How do top Texas medical malpractice attorneys decide whether to take a case?

 

Painter Law Firm's frequently asked question (FAQ) series

 
December 28, 2018

Tort reform advocates falsely claim that there’s a significant problem with plaintiffs’ attorneys filing frivolous lawsuits. The truth is that the best Texas medical malpractice lawyers are careful about what cases they accept and file. There are two main reasons for this, both of which deal with the harms, losses, and damages to a patient.

Not every medical error is negligence

First, not all medical errors amount to medical negligence. If a doctor or nurse makes a mistake while treating a patient, but the patient isn’t injured or harmed, then there’s no negligence. The reason for this is that to prove a claim for negligence in court, a plaintiff must prove that a healthcare provider did something wrong that caused injury or harm to the patient. Without injury or harm, there’s no case. A close call will certainly frighten and rattle a patient and family, but that’s not enough.

Think about a non-medical example. Let’s say I was driving home from my office, and I turned right on Champion Forest Drive and stopped at a red light at FM 1960 West. When the light turned green, I started going through the intersection, but then a man raced through a red light and almost hit me. The adrenaline would be rushing in my body and my heart would be beating fast. The other driver broke the law, but because he didn’t hit my car, I couldn’t file a lawsuit against him.

There must be significant injuries and damages to justify investment in a case

Second, the best medical malpractice lawyers handle cases on a contingency fee basis. The attorney advances all cases expenses and will only be reimbursed for them, along with attorney’s fees, if there’s a settlement or successful jury verdict.

To stay in business, then, attorneys need to be selective about the cases they accept. After all, every medical malpractice case is expensive to work up.

Thus, even when there’s a medical error that injured a patient, the harms, losses, and damages must be severe enough to justify the considerable investment of time and money in a medical negligence lawsuit. This typically means that a patient must have a severe, permanent, and life-changing injury. There are a few reasons for this.

The impact of Texas tort reform caps

One reason is the Texas tort reform on non-economic damages, which are things like physical pain and suffering, mental anguish, physical impairment, and the loss of a relationship. For many people, these are the most harmful losses that they experience in medical malpractice—things like losing a spouse or child because of wrongful death, losing the ability to walk and get around independently, and constant pain.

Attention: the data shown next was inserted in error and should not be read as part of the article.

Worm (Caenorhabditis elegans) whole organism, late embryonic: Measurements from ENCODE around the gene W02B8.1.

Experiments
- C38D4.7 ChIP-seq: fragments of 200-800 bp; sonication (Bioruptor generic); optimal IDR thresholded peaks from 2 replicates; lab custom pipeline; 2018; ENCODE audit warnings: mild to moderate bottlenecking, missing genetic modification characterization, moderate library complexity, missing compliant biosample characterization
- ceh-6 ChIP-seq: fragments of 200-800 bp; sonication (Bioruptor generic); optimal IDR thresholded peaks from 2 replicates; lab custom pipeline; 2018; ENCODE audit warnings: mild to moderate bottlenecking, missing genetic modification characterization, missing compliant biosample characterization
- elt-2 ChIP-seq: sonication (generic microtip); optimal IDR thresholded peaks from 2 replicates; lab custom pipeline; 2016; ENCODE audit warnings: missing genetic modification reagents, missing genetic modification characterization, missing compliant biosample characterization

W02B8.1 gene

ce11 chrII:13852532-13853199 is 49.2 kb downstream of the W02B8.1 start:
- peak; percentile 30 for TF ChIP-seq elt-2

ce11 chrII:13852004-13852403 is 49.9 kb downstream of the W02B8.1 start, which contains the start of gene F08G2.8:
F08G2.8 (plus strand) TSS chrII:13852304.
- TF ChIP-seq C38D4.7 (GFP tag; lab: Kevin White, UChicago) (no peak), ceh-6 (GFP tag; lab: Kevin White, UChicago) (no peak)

Texas law caps non-economic damages at $250,000 as to all physicians combined. There’s a separate non-economic damages cap at $250,000 per hospital involved, up to a total of $500,000. For most patients, the cap will be $250,000, or $500,000 at the most.

Then, practically speaking, defendants and their insurance companies won’t even pay that amount to settle a case. Insurance companies realize that they won’t have to pay more than the cap even if they lose the case in court, so they’ll want a discount from that amount to reach a settlement at mediation.

Case expenses are expensive

A second reason is the considerable expense for preparing a medical malpractice case for trial. The largest expense by far is paying for medical expert witnesses, which are required by Texas law.

Doctors and nurses don’t work for free. Even in a straightforward case where only one medical expert is needed, the cost to prepare the case for settlement will be around $20,000. If the case goes to trial before a judge and jury, the cost will be even more, because of additional expert fees. Some cases may require multiple experts and many times that expense.

Texas law isn’t fair

For a case to make business sense to pursue, the patient involved must have been seriously and permanently injured in a way that generates economic damages. That means things like lost wages, loss of the ability to work in the future, a pile of medical bills because of the negligence, and the need for significant future care and treatment. This type of damages isn’t impacted by tort reform caps.

It’s probably occurred to you by now that Texas tort reform law discriminates against the elderly, the unemployed, and stay at home moms or parents who perform significant work but don’t earn a paycheck.

Both victims of medical malpractice and attorneys are stuck with what our unfair laws allow. Top Texas medical malpractice lawyers balance all of these considerations when deciding which cases to accept. My goal is to take those cases where we can likely secure a recovery that would make business sense for our law firm, while having a satisfied client at the successful resolution of the case.

We are here to help

Click here to send us a confidential email via our “Contact Us” form or call us at 281-580-8800, for a free initial consultation.

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Robert Painter is an award-winning medical malpractice attorney at Painter Law Firm PLLC, in Houston, Texas. He is a former hospital administrator who represents patients and family members in medical negligence and wrongful death lawsuits all over Texas.

Robert Painter

Robert Painter is a medical malpractice lawyer at Painter Law Firm PLLC.

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